Kayleigh was introduced by Greg Mumford, Director, Youth Services. Our club sponsored Kayleigh to attend Adventures in Understanding .

Thank you for inviting my Dad and me here today and for sponsoring me to attend Adventures in Understanding. I was initially on the waiting list but got in! Lots of gear was required and the visit to Tim Horton’s on our way there was a must! Started with a blanket toss! Canoeing through locks. Saw a fox! Toured Trent University and canoed through five locks to Lakefield college – amazing storm and flyaway tent! At Camp Kawartha went rock climbing and ate in a teepee. Archery, knife and axe throwing. Had a teaching with an Elder. Got a soapstone to carve. Paddled 22km on Day 5! Did some drumming and learned about wild rice. Saw shooting stars on our last night ☺ Sweetgrass gift (mind, body, health significance) Thanks! Future candidates should have an open mind and love to learn. No phones allowed and now I’m using mine less. I am now reading and writing on indigenous texts in English at school.

Heather Kembel thanked Kayleigh and presented her with muffins!

 

Kayleigh Hunter reports on Adventures in Understanding Terri Hodges 2018-10-02 04:00:00Z 0
Helen Tufts Nursery School - Open House Sept 6, 2018 2018-09-08 04:00:00Z 0
Posted by Terri Hodges on Aug 14, 2018

Karina Gummert, Marcel Gummert, Sigi Scholten, August 7, 2018

Marcel spoke on August 7th about his experience as a youth exchange student in Italy during the school year 2017-2018. He was introduced by his mother, club member Sigi Scholten, who spoke of how proud she was of her children, how much the year changed them, and how grateful she was to Rotary and our club for the great opportunity.

Summary of Marcel's talk

People usually think Spaghetti, Pizza, Gelato, and hand gestures. And the hand gestures one is so true!

In the North of Italy and very densely populated: Cremona

Not a very unified country, with different dialects even as close as 50km apart.

I played soccer there – had to register and paperwork took 5 months to come back from Rome! Attended all the practices, but in the end I couldn’t play in the games with my team. Everyone crazy about soccer, even if they don’t play.

The pizza there tastes SO different than the pizza here. I liked the thinner one best.

13 exchange students in Cremona and we would meet regularly to chat and have coffee.

Stayed with 3 different host families and it was an amazing experience.

After about 7 mos, I made dinner for 11 of us exchange students.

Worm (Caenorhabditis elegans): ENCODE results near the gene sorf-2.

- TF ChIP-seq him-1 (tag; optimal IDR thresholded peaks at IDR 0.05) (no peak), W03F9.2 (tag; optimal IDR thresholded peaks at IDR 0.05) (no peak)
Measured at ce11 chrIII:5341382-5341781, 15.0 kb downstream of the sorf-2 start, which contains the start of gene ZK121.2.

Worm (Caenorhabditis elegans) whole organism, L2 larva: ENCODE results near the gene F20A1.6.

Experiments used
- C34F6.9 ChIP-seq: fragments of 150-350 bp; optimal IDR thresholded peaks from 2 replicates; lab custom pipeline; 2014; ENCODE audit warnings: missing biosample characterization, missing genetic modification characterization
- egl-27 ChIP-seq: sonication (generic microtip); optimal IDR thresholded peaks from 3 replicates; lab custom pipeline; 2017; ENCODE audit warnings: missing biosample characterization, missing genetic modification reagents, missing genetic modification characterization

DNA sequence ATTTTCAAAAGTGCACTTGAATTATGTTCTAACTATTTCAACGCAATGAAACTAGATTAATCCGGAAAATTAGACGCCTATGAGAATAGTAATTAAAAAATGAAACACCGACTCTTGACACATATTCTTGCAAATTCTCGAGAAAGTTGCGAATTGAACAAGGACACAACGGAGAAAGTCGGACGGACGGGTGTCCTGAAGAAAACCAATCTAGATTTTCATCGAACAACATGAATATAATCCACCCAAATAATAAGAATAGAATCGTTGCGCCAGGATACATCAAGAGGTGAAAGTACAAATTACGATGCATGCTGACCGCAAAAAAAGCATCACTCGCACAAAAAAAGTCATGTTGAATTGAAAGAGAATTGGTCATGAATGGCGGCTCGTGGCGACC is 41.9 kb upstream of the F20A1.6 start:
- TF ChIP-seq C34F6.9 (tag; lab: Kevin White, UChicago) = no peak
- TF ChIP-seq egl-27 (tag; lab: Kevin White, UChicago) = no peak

Visited Pisa, Milan (went 5 or 6 times); went skiing at Ponto di Ligno – through the clouds!; Lake Garda, Rome (my sister Karina visited with me in March); Class trip to Munich!; Venice – best seafood ever!; Sicily – most beautiful beach ever!; Salo (visited our exchange student from last year); Great water bottle fillup stations! Florence (in hospital for 5 days, and that messed up my visit with my family); Cinque Terre – 5 little towns on beautiful cliffs overlooking the water; Prague; Vienna – went to the UN; Budapest – my favourite city of the whole trip – good food and awesome people; Slovenia; visited so many different cities that I can’t remember them all!

I learned so much – new life experiences, new friends, beautiful memories.

Thank you SO much for this opportunity – the best year of my life yet!

Photos

Questions

Q (Bill E. with a grin): Did you go to school?

A: I DID go to school there and studied Italian. High schools are subject specific – language, science, economics – different from here.

Q: (Michelle) Before you went, what did you most want to achieve?

A: I wanted to learn Italian. Achieved a language certificate.

 

Heather thanked Marcel on behalf of the Club.

Marcel Gummert Youth Exchange to Italy 2017-2018 Terri Hodges 2018-08-14 04:00:00Z 0
Posted by Terri Hodges on Jul 31, 2018
John invited Lilly to be our guest speaker July 31, 2018 to talk about her work with Ducks Unlimited on controlling invasive species on Wolfe Island.Greta du Bois, herself very concerned about human influence on the environment, thanked Lily for her work and her excellent presentation.
 
Lily is a student at Guelph in Environmental Science. She is working for Ducks Unlimited Canada on Wolfe Island to battle invasive species.
European Water Chestnut – floating plant that quickly forms a dense floating mat that lowers oxygen levels detrimental to fish and wildlife. Seeds are sharp and dangerous when washed up on shore.